Isn’t it great when you meet a couple who seem to have found the magical approach to being together, yet each has their own interests? Honestly bonded, but separate and secure in their individuality? Happy folk, right?
Ellie and married “her better half” Richard, some years ago. Like many youngish couples, they were having the “family” discussion – wanting to fit building a family into the fabric of their lives, while they were young and energetic enough to enjoy it. They also felt a certain amount of motivation to quell the occasional (more frequent, of late) comments from each pair of their parents about grandchildren. They’d already waited longer than their overly enmeshed friends considered it to be in vogue. While they waited on biological clocks to catch up to peer and family reproductive intercessions, they adopted a cat. After a few months success with Parry (his name most rightly earned from his skill at countering flying insects), they asked me to help them locate an appropriate cat-civil dog for their home.
As is often the case, their were no rigid limitations on color, size, or breed. They thought it smart to avoid dogs that had any predilection towards being predatory, which impressed me (dog trainers frequently are positioned to explain how dog bite injuries and fatalities involving smaller pets and children are best avoided) since Parry and any future infants/toddlers in their midst might qualify as fair game. They were also quite clear that they wanted to avoid wherever possible any dogs that had a history of being anything other than “creme puff” – the dog could have teeth, but it shouldn’t realize it. I explained the role that they needed to play in shaping their dog’s behavior and ongoing socialization. We discussed obedience training in the context of it’s use in shaping those behaviors that are most important within their household. I made a point of sharing that behaviors like aggression, biting, chasing down moving objects/animals (people, too) is entirely normal behavior for dogs. Blah, blah, blah.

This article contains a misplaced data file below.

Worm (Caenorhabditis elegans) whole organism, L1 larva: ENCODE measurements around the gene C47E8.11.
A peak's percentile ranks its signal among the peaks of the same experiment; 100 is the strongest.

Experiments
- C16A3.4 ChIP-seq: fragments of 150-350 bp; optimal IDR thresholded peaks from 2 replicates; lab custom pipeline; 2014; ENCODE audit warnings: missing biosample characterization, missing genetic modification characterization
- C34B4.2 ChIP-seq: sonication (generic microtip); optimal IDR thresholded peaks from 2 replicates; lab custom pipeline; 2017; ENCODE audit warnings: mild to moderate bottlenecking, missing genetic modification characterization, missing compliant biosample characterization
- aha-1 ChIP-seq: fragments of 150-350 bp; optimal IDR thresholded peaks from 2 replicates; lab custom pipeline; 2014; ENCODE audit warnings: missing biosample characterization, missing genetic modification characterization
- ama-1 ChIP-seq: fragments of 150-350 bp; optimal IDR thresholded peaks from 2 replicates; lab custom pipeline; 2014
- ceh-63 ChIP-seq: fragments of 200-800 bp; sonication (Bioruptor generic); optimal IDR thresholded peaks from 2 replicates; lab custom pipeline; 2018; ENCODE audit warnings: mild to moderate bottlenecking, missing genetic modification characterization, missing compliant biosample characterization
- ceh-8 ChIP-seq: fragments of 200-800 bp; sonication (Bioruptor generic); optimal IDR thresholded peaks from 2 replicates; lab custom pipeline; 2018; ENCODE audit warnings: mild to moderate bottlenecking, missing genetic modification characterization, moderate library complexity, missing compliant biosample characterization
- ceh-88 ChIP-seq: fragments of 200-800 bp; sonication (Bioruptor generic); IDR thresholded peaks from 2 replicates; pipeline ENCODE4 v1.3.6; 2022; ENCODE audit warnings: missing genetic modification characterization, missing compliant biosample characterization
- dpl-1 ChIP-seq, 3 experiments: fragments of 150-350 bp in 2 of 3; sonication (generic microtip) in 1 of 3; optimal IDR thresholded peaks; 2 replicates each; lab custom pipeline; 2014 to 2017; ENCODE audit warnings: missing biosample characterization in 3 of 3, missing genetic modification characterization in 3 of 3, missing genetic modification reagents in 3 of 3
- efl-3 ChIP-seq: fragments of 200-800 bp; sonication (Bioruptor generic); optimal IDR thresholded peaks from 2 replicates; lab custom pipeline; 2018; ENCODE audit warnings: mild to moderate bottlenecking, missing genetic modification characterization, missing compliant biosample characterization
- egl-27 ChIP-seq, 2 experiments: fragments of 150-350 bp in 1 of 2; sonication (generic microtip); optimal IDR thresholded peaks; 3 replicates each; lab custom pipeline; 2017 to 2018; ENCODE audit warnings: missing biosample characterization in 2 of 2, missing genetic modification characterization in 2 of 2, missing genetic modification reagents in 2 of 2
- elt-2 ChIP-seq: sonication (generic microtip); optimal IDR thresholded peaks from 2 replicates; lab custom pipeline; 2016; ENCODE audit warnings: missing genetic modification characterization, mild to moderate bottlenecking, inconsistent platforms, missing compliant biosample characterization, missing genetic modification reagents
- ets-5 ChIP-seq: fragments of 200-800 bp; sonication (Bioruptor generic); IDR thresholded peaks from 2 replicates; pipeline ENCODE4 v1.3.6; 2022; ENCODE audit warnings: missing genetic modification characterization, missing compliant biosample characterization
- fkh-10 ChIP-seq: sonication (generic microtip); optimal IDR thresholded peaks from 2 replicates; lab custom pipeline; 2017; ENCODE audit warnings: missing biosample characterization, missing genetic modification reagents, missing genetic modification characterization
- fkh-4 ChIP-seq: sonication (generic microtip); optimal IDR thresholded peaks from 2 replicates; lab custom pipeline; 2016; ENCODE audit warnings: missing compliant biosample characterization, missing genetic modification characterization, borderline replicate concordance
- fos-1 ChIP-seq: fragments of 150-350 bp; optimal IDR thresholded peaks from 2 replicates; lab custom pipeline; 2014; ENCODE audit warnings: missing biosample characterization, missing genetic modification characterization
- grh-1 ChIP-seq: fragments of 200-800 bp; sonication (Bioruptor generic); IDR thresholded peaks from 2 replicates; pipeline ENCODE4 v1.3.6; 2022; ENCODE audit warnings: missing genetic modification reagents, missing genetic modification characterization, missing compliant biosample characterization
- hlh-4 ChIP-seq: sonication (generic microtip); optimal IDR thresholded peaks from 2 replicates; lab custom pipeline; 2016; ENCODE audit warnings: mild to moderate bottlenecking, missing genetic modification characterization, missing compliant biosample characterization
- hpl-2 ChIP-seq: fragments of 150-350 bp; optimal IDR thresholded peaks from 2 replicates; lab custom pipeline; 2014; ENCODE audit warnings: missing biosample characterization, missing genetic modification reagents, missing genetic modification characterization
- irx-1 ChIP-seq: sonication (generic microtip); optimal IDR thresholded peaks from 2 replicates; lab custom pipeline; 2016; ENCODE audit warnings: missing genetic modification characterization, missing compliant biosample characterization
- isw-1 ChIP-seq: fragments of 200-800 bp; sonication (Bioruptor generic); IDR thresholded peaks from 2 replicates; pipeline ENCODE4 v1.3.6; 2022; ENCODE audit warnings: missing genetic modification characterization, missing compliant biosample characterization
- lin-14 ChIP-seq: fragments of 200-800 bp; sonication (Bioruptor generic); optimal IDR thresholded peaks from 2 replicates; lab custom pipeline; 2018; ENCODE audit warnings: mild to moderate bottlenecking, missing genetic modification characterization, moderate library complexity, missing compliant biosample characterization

Having informed my clients, and encouraging them to keep me apprised of changes in their criteria – I set off to find their next four legged family member. Without a great deal of effort, I had located two candidates, and began sending pictures and video to Ellie (she was the point person on this project <and somehow, I didn’t have Richard’s cell number or email, yet>). Some clients want me to take a more active role in the selection process, and others desire more input. Ellie was in the latter camp, and she chose the dog that I would have chosen for them, but for entirely different reasons. The dog I was calling “Brown” in my mind – a 35-40 lbs. sort of nondescript, old man of a mutt-looking creature – was a owner surrender at a local-ish shelter. He had lived with another dog and cat, successfully. As the story went, “Brown” was surrendered due to a divorce and reportedly he ended up in the shelter through “no fault of his own.” I made a call to a receptive colleague at the shelter, who put Brown on ice for me.
Oops. I forgot. There was one other requirement that Ellie, in particular had requested. She spends a good portion of her week writing. It would be very disruptive to need to go outdoors for toileting a dog, so Ellie had requested their prospective pound pup be trained to eliminate outdoors on a “potty station” (located on their postage stamp-sized patio). Richard had stepped up and devised a schedule for exercise and socialization outings. I explained that Richard was wise to do so, as exercise, socialization and addressing the dog’s normal drives in a productive manner is far better than finding your dog herding your toddler. So far, so good.